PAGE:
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Group to police judicial-election ads

Vows to condemn false ads by Spencer Willems | January 22, 2016 at 1:03 a.m.

A committee of judges and attorneys announced Thursday the group will try to referee upcoming judicial elections and is asking candidates to condemn any false or misleading advertising about other candidates from third-party groups.

Formed in 2015 on the recommendation of a working group of judges and attorneys in 2012, the Arkansas Judicial Campaign Conduct and Education Committee wants to provide voters with more information about the judges and attorneys running in the nonpartisan March 1 appellate court races, which includes the Arkansas Supreme Court. The committee also is asking candidates to sign a pledge to disavow any false advertising that could undermine the judiciary.

Though Arkansas voters haven't yet been inundated by TV and radio ads for this year's two Supreme Court races and two Arkansas Court of Appeals races, the group's announcement said "if past is prologue," the next six weeks of campaigning could prove expensive and ugly.

Former Arkansas Supreme Court Justice Annabelle Imber Tuck said Thursday apart from providing voters with information about appellate court candidates, the committee has formed a "rapid response" team to handle complaints from candidates who feel they've been untruthfully or unfairly smeared in a recent advertisement.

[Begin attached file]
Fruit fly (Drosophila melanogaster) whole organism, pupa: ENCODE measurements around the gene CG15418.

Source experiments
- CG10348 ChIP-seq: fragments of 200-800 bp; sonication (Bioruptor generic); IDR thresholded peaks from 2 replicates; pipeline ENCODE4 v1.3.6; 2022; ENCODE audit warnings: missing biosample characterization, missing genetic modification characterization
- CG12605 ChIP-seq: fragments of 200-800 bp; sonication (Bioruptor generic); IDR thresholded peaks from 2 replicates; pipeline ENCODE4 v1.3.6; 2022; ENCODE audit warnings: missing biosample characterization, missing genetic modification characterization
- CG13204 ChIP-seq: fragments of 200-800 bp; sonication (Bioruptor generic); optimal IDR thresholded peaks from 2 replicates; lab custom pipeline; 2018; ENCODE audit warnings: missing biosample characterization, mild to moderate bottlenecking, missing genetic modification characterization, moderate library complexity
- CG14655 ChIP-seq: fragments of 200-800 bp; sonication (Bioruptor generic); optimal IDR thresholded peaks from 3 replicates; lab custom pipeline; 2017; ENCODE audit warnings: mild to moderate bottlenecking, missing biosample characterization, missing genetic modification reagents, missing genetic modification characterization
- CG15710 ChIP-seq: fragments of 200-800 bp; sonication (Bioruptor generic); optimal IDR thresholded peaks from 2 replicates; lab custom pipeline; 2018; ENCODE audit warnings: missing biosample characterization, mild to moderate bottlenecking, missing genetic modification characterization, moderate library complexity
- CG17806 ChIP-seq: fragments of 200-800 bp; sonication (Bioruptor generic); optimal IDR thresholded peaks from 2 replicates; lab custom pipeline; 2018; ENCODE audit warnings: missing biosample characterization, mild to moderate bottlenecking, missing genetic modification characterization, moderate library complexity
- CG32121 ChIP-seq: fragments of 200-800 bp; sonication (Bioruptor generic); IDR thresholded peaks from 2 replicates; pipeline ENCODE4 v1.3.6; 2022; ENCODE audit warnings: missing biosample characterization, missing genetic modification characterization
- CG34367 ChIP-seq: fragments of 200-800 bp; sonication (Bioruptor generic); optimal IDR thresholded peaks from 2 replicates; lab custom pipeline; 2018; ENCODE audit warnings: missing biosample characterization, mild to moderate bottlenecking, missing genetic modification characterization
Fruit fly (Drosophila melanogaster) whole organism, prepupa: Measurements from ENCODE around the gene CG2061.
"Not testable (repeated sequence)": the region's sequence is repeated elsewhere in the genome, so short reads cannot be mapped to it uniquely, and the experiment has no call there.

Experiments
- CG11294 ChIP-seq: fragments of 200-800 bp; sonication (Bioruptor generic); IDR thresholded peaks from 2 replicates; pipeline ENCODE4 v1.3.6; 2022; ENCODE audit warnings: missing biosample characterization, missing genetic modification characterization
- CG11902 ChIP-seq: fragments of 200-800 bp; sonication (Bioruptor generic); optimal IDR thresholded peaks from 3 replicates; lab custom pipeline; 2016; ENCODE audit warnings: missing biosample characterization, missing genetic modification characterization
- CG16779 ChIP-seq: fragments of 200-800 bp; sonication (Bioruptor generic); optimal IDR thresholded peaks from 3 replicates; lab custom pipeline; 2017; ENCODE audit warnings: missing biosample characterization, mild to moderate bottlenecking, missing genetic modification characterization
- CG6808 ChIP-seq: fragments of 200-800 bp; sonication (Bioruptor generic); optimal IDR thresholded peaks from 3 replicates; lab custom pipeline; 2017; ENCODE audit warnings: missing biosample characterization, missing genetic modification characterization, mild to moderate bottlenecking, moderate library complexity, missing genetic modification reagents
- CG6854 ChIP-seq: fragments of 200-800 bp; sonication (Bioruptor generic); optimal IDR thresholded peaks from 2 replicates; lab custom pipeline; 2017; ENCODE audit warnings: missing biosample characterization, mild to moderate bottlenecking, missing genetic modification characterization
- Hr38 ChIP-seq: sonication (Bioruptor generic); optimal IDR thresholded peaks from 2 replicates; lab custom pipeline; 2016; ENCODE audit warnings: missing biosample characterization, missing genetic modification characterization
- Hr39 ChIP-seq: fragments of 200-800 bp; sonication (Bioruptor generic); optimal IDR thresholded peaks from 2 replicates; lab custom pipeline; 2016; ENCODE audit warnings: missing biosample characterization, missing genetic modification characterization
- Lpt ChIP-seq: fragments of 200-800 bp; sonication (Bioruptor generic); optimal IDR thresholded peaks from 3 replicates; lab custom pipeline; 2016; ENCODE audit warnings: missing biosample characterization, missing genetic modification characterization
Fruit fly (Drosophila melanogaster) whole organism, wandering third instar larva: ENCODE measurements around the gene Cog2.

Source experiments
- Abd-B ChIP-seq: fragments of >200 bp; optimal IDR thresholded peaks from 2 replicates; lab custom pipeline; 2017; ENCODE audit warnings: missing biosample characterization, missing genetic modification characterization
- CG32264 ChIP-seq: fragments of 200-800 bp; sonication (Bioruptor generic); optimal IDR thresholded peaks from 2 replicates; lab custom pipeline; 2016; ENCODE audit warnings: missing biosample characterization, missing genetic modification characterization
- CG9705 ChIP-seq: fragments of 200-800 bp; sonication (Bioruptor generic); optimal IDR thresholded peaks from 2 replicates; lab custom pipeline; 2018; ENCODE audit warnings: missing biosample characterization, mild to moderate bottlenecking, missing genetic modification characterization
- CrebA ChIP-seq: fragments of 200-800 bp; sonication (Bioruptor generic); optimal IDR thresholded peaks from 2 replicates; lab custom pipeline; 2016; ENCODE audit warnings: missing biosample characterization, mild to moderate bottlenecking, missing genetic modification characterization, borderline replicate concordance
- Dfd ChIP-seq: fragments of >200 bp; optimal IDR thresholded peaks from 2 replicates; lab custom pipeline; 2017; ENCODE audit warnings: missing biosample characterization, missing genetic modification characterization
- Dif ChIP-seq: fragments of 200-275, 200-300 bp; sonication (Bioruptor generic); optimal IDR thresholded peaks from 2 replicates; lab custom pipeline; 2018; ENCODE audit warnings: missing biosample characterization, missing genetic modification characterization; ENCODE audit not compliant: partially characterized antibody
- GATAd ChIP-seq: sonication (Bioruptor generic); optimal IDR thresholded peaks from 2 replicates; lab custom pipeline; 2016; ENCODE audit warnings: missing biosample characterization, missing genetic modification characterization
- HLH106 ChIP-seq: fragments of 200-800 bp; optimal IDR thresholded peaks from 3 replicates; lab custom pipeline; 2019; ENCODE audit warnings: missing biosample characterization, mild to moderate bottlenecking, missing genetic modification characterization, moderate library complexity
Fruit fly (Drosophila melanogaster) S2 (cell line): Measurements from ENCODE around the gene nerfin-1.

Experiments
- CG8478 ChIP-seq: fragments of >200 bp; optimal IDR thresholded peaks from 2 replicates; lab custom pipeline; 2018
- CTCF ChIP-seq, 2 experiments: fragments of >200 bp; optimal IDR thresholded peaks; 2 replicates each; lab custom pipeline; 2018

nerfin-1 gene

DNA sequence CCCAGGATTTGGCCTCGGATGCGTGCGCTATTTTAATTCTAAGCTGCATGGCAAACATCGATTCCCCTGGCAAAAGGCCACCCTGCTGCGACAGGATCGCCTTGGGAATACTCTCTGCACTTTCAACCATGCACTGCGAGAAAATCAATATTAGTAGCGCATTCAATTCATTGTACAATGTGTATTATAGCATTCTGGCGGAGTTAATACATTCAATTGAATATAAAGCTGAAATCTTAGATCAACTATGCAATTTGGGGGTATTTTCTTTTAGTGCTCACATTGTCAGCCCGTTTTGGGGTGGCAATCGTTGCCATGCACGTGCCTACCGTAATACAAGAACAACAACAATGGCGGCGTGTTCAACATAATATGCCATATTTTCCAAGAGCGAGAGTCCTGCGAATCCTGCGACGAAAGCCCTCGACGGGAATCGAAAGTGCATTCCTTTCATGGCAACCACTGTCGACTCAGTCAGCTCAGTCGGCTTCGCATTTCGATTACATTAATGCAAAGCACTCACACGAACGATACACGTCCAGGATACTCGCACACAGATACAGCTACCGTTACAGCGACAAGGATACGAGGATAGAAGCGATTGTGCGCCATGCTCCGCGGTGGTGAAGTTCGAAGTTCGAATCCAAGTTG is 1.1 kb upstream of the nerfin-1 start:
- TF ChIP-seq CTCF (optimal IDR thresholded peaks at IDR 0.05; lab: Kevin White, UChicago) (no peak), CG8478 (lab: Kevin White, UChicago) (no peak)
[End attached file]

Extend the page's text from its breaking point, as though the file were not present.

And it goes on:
If the team -- a group of unaffiliated attorneys, judges and media members -- finds an advertisement to be untruthful or misleading, it will ask the campaign or third-party group running it to stop.

If they don't, Tuck said, the team will publicly chastise the advertisement and it will ask the campaign that's not targeted by the ad to do the same.

Tuck insisted the committee isn't there to police negative ads, just false or misleading ones.

"[The ads] will be coming. I'm sure they will be. Whether it's the candidates themselves or the, what I call the 'out of state money' or 'dark money,'" she said. "It could be found to be a false representation or it could be truthful. If it's truthful, then too bad. That's the way it is. [The committee] is not going to stop negative advertising. That's freedom. It's all about making sure that the advertising doesn't make false representation."

Tuck said all members of the rapid response team and the full committee haven't endorsed any judicial candidate and they'll remain neutral through the election.

In 2014, attorney Tim Cullen ran for an opening on the Supreme Court against Robin Wynne, who won with 52 percent of the vote.

During the campaign, an ad paid for by a group called the Law Enforcement Alliance of America alleged Cullen thought child pornography was a "victimless crime."

Cullen had been appointed to represent a defendant charged with possessing child pornography and attempting to entice a minor. He had argued his client's sentencing enhancement was improper. Cullen has said the ad was reckless because he was doing his job in defending his client.

Tuck said that race highlighted the need to form the committee. When asked if she thought the committee could have affected the outcome of the 2014 election, she said she didn't know.

"That's Monday morning quarterbacking," Tuck said. "In political races, you can never know."

NW News on 01/22/2016

Print Headline: Group to police judicial-election ads

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